Phrases or words are stored as strings. Strings are always within quotations. Anything inside of quotation marks is considered to be a string, whether or not it is assigned to a variable. Some examples of the different ways in which strings are used include;

str = 'Hello World!'

print str # Prints complete string

print str[0] # Prints first character of the string

print str[2:5] # Prints characters starting from 3rd to 5th

print str[2:] # Prints string starting from 3rd character

print str * 3 # Prints string three times

print str + "YOYO" # Prints concatenated string

These commands would produce an output that looks like:

Hello World!



llo World!

Hello World!Hello World!Hello World!

Hello World!YOYO

· Lists:Python lists provide very versatile ways to store lists of items. A list contains items that are separated by commas and enclosed within brackets. There are multiple ways to access information that is stored within lists. Here are some examples of the more popular ways to use strings:

list = [ 'abcd', 786 , 2.23, 'john', 70.2 ]

tinylist = [123, 'john']

print list # Prints complete list

print list[0] # Prints first element of the list

print list[1:3] # Prints elements starting from 2nd till 3rd

print list[2:] # Prints elements starting from 3rd element

print tinylist * 2 # Prints list two times

print list + tinylist # Prints concatenated lists

Which would produce the following results;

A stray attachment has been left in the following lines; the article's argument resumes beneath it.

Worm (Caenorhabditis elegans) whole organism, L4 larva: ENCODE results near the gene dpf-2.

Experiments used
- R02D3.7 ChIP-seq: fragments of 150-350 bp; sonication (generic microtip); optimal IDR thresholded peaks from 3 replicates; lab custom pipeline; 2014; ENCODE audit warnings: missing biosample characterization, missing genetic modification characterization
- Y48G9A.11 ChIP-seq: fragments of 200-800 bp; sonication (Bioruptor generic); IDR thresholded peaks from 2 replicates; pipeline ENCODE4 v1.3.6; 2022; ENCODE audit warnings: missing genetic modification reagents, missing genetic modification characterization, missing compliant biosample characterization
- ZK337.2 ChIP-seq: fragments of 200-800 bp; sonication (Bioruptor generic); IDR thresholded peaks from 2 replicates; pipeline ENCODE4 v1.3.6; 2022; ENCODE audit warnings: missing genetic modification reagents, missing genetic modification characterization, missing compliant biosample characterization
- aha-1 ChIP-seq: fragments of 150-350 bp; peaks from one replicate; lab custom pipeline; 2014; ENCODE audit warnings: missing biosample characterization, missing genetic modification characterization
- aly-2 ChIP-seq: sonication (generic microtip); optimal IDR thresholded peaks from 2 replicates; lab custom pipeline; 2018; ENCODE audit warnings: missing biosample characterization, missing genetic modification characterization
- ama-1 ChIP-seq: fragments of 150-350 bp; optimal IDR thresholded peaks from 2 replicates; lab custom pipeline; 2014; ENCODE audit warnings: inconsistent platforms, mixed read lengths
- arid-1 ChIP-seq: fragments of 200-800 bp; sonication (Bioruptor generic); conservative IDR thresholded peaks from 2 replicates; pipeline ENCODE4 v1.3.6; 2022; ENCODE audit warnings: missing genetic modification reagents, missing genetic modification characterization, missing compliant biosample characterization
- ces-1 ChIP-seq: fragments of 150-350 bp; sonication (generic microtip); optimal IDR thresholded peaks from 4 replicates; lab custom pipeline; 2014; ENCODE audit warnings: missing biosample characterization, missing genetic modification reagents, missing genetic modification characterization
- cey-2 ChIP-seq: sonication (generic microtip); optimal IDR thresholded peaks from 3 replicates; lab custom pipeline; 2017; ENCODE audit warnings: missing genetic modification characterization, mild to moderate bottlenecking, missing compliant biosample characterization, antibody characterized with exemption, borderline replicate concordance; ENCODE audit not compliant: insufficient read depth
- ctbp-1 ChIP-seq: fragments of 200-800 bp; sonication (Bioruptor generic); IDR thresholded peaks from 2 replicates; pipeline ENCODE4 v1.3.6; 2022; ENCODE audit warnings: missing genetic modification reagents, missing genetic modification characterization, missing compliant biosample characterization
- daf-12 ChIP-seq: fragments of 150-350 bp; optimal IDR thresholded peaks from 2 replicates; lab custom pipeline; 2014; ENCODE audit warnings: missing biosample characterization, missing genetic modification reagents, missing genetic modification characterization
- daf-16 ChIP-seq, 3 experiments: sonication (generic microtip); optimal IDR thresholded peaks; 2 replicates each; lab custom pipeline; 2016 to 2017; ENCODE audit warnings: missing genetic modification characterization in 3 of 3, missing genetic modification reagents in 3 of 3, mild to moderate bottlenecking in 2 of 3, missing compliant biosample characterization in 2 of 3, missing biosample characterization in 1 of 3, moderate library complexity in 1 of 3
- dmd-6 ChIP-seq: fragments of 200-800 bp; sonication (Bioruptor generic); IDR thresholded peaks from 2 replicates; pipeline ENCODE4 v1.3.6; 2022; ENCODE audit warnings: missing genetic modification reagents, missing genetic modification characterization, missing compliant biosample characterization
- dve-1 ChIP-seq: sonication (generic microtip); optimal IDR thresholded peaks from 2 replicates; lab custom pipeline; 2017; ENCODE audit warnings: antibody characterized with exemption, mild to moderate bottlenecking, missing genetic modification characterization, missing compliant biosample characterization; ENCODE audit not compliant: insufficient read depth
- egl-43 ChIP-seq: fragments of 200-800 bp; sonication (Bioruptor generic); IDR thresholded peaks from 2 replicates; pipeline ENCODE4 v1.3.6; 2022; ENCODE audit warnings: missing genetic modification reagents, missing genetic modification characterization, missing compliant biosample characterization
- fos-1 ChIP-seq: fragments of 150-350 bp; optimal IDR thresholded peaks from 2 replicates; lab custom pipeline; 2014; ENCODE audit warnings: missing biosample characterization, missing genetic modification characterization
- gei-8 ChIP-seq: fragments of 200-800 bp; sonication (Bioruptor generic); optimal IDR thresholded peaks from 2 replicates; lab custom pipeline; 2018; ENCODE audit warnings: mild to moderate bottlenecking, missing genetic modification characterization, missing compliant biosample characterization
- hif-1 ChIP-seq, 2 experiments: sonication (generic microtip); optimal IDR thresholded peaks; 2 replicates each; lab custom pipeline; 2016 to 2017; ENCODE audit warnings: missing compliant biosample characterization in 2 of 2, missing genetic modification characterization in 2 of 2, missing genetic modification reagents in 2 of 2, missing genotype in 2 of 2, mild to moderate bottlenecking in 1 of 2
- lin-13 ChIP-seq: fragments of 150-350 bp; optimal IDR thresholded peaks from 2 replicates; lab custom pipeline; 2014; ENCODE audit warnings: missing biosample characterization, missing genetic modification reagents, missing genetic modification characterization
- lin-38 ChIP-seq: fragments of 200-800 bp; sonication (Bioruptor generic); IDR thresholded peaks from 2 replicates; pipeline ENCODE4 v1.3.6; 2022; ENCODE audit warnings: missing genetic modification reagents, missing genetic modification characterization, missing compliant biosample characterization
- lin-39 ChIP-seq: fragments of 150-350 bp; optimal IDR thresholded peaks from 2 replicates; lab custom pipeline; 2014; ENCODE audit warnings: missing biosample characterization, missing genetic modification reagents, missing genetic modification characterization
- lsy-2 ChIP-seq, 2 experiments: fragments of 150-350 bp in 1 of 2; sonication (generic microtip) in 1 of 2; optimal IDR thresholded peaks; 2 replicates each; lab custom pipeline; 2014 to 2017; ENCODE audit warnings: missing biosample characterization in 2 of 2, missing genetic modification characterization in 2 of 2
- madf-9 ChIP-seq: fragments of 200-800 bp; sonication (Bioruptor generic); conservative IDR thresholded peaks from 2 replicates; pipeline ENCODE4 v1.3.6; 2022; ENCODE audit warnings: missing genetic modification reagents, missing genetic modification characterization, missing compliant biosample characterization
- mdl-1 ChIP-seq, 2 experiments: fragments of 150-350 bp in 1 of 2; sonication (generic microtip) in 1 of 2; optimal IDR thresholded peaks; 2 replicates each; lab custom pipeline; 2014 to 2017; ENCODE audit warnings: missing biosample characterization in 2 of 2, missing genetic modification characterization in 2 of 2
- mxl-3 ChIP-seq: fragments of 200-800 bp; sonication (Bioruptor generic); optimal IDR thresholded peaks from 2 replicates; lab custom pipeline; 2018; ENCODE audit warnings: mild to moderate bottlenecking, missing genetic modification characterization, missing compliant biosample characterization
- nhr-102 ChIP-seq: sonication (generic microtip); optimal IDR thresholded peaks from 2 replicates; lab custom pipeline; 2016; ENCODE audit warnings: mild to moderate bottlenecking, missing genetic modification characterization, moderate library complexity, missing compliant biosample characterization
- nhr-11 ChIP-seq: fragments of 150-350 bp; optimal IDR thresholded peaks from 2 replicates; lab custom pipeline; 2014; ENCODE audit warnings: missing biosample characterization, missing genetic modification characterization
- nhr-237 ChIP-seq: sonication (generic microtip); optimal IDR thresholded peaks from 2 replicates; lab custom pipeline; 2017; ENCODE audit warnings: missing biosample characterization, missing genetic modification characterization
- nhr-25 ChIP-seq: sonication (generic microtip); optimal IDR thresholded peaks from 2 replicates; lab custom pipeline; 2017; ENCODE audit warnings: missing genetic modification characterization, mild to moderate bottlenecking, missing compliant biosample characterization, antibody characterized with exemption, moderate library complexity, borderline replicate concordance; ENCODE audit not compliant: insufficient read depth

['abcd', 786, 2.23, 'john', 70.200000000000003]


[786, 2.23]

[2.23, 'john', 70.200000000000003]

[123, 'john', 123, 'john']

['abcd', 786, 2.23, 'john', 70.200000000000003, 123, 'john']

· Tuples:In many ways, Tuples are similar to lists. They contain a number of values that are separated by commas. Unlike lists, Tuples have their data enclosed within parenthesis instead of brackets. Tuples are not able to have their values updated.

· Dictionary:A Python dictionary is a table. They are very similar to arrays and can be used to store large amounts of data. There is no order within dictionaries.


Operators are used to change or check the value of a provided piece of data. There are many different types of operators including arthmetic operators (+, -, /, %. *), comparison operators, assignment operators, logical operators, bitwise operators, membership operators and identity operators. For our purposes today, we will simply focus on arithmetic operators and comparison operators.

The Different types of arithmetic operators include;

· +-Addition. Adds two values on either side of the operator together.

- - Subtraction. Subtracts right side from left side.

· - Multiplication. Multiplies values on both sides of the operator together.

· / - Division. Divides left hand side from right hand side.

· % - Modulus. Divides left hand side from right hand side and returns the remainder

The Different types of comparison operators include;

· == - Checks to see if two values on either side are equal or not. If they are then the condition returns true.

· != - Checks to see if two values on either side are equal or not. If they are not, the condition returns true.

Ø - Greater than.

· < - Less than.

· >= - Greater than or equal to.

· <= - Less than or equal to.

PROJECT: Variables

Try to complete this project on your own without looking at the answer.

Create 2 numbers and 2 strings. Add the numbers together and then print the total. Then, display the strings four times a piece.


var1 = 3

var2 = 5

str1 =“Testing”

str2 =“Testing2”

var3 = var1 + var2


print str1 *4

print str2 * 4